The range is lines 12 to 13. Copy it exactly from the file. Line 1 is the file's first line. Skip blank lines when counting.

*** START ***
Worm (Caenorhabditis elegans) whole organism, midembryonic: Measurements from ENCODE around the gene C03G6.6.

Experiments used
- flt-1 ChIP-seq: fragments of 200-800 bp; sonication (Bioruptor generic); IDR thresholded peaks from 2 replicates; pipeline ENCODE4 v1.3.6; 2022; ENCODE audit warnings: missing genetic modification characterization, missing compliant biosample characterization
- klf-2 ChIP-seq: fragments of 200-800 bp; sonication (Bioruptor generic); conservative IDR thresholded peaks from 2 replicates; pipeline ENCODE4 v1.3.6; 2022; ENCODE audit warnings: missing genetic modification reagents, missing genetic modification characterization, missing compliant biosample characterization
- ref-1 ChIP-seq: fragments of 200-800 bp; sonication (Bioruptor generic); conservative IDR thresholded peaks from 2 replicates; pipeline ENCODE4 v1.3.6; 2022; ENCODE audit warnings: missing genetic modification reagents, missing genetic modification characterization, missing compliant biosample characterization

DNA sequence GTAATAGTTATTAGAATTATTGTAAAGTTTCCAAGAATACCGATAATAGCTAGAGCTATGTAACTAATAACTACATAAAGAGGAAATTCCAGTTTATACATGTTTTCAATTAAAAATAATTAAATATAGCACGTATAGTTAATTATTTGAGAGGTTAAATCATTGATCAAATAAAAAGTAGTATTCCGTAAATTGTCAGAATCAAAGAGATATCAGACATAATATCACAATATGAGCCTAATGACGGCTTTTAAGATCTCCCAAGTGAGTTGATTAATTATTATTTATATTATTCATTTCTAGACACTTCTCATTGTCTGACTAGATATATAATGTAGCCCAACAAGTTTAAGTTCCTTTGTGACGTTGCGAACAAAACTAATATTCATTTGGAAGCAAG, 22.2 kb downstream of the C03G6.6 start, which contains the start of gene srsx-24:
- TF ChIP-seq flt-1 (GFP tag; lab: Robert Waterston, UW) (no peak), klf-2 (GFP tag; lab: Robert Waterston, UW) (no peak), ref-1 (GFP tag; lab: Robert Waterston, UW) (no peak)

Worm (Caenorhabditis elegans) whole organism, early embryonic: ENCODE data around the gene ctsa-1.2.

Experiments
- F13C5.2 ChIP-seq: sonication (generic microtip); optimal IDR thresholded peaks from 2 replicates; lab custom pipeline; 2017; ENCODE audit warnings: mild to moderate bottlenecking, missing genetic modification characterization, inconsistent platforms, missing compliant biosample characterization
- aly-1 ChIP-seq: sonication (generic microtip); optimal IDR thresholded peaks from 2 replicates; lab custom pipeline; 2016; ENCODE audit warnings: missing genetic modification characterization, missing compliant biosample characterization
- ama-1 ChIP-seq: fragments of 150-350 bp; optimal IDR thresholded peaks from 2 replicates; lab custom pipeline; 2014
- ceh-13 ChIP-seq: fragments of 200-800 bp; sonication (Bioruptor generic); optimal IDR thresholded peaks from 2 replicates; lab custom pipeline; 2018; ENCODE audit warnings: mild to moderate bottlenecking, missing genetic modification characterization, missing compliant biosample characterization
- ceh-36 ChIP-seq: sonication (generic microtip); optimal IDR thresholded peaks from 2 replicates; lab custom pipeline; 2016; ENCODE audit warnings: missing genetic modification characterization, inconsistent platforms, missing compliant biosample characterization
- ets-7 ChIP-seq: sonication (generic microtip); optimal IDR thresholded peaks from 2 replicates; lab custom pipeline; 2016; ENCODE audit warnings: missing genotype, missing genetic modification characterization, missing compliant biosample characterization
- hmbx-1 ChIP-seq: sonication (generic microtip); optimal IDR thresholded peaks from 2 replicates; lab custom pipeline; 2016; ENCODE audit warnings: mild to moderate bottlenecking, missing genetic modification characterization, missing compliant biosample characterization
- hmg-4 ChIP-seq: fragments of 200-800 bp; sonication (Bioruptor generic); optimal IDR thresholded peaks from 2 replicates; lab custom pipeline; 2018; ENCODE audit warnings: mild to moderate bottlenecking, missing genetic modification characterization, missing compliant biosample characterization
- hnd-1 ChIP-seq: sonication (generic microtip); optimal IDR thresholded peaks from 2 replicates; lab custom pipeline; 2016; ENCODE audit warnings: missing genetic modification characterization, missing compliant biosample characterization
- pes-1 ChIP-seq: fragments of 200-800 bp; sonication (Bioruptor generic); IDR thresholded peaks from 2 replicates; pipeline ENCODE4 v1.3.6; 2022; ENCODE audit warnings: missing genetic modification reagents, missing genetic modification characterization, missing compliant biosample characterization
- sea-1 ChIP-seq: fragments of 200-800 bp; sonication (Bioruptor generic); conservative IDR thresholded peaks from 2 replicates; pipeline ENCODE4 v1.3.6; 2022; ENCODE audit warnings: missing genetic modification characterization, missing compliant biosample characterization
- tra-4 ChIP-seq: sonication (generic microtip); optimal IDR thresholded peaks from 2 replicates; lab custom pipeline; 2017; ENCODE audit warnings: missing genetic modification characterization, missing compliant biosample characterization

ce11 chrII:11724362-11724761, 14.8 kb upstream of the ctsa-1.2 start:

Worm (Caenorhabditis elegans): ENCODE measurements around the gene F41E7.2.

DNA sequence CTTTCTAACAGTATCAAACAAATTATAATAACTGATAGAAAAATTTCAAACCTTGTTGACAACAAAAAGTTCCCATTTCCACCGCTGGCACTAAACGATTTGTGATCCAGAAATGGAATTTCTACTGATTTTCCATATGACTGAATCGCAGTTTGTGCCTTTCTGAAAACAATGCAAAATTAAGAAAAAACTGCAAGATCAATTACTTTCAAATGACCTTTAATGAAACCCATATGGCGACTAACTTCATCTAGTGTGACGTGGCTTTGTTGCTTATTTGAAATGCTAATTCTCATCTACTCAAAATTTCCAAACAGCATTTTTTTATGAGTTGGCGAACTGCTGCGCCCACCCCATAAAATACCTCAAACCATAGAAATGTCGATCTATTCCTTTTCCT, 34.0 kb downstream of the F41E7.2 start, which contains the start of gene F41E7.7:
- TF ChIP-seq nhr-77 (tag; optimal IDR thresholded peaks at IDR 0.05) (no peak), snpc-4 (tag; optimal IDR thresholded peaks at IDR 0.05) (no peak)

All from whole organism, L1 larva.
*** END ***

- ama-1 ChIP-seq: fragments of 150-350 bp; optimal IDR thresholded peaks from 2 replicates; lab custom pipeline; 2014
- ceh-13 ChIP-seq: fragments of 200-800 bp; sonication (Bioruptor generic); optimal IDR thresholded peaks from 2 replicates; lab custom pipeline; 2018; ENCODE audit warnings: mild to moderate bottlenecking, missing genetic modification characterization, missing compliant biosample characterization